From Runner to Boss
Looking at Kai Hsiung, Vicki Maguire and Chaka Sobhani, it's hard to imagine them as fresh-faced juniors starting out their careers in advertising. With all three having illustrious careers in the creative fields, day two of the UK Creative Festival was the perfect way to honour them in a panel.
Hosting was LBB’s Alex Reeves who kicked off asking the trio how they got into the industry. As an image of fashionista Vicki, CCO at Havas London, adorned the screen she discussed her transition from fashion to advertising. “When someone said there's an industry that pays you for ideas, I thought, where do I sign, how do I do it? Every morning I wake up with that excitement.”
As the title of the panel suggests, Leo Burnett global CCO Chaka did start off as a runner. Though her entry began far before this, she recalled, growing up in a small town in Devon and being obsessed with films. Chaka has had years in the industry and reflects that there's nothing else she can do for her happiness. She jokes that it may sound trite, but it's her biggest source of inspiration. “I was always drawn to and driven by people.”
It can be something of a pinch-me moment for Kai to realise that she is living her best life at the moment, she is doing what she always dreamt of and so much more. “If you worry too much you’ll never get out of bed.”
Building truly diverse teams, understanding, support and respect
Vicki Maguire, Havas London chief creative officer is a 56-year-old working-class woman “raging through the menopause” (and “generally raging”, she added). Speaking in the Hall by the Sea, she said she’s “fed up of telling my anecdotes,” but she does. Because it’s more important to change the industry landscape. As host Claire Beale from The Creative Salon noted, Vicki “ticks a lot of boxes.” And as a result, she is (quite naturally) “pissed off”. For most of her career she said she’s been pissed off about the disadvantages that class and gender presented her and people like her, and then she noted that once she was starting to get to grips with dealing with those issues, age hits.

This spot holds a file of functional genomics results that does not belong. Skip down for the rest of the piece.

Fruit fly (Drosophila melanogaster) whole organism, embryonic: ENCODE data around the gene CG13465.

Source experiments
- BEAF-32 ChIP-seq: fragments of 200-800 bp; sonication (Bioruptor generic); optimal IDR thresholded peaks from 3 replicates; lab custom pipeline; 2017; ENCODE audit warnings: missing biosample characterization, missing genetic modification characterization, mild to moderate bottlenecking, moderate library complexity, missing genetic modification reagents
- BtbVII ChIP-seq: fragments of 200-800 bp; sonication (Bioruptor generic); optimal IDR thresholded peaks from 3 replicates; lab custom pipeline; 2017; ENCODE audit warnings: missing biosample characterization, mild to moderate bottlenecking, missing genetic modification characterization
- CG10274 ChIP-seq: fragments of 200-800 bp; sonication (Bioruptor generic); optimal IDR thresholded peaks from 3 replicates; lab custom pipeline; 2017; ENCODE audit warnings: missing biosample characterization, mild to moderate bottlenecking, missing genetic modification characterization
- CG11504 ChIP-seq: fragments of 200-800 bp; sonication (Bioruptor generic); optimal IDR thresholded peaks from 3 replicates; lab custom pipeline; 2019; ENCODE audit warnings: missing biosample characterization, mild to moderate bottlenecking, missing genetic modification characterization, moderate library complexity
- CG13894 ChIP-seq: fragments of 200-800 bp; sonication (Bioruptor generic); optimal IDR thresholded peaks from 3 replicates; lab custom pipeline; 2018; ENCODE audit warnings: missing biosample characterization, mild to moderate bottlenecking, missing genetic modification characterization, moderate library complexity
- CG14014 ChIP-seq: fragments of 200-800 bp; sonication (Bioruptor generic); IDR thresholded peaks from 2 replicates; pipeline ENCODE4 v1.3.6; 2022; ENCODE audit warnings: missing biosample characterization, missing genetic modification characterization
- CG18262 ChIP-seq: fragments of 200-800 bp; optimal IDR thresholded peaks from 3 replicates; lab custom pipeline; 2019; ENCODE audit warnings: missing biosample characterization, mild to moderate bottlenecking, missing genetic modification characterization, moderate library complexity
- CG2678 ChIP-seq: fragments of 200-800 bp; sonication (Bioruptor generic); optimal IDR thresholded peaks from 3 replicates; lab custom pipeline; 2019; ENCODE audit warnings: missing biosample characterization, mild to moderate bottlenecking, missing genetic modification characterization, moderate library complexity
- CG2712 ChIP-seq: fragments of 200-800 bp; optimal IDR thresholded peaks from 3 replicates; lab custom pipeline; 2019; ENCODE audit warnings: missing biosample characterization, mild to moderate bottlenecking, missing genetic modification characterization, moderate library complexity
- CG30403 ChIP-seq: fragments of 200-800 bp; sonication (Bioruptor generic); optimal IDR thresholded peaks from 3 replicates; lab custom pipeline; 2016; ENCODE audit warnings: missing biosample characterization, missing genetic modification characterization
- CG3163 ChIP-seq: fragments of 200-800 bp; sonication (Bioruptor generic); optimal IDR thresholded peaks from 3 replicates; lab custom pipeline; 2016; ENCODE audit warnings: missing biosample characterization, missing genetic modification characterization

Mia Powell joked that she “couldn’t be more intersectional if I tried” - queer, brown and a woman as well as being working class. For her, the problem is a lack of looking at problems in an intersectionality. “Don’t want a pity party” Wants to see brown people at the top, neurodiverse people at the top. She wants to see more voices represented everywhere.
The 40-something white cisgender man on the panel, Mark Sandford explained why he launched The Book of Man - outmoded forms of masculinity abounded and the problems they were causing, from an epidemic in male suicide to all the horrors the #MeToo movement exposed. Issues around gender inequality need men and women working together, he argued, not just women.
Building equality requires both top-down and bottom-up approaches, the panel agreed, and it takes everyone working together, recognising the knotty problems and intersectional considerations that converge around issues of diversity, equity and inclusion.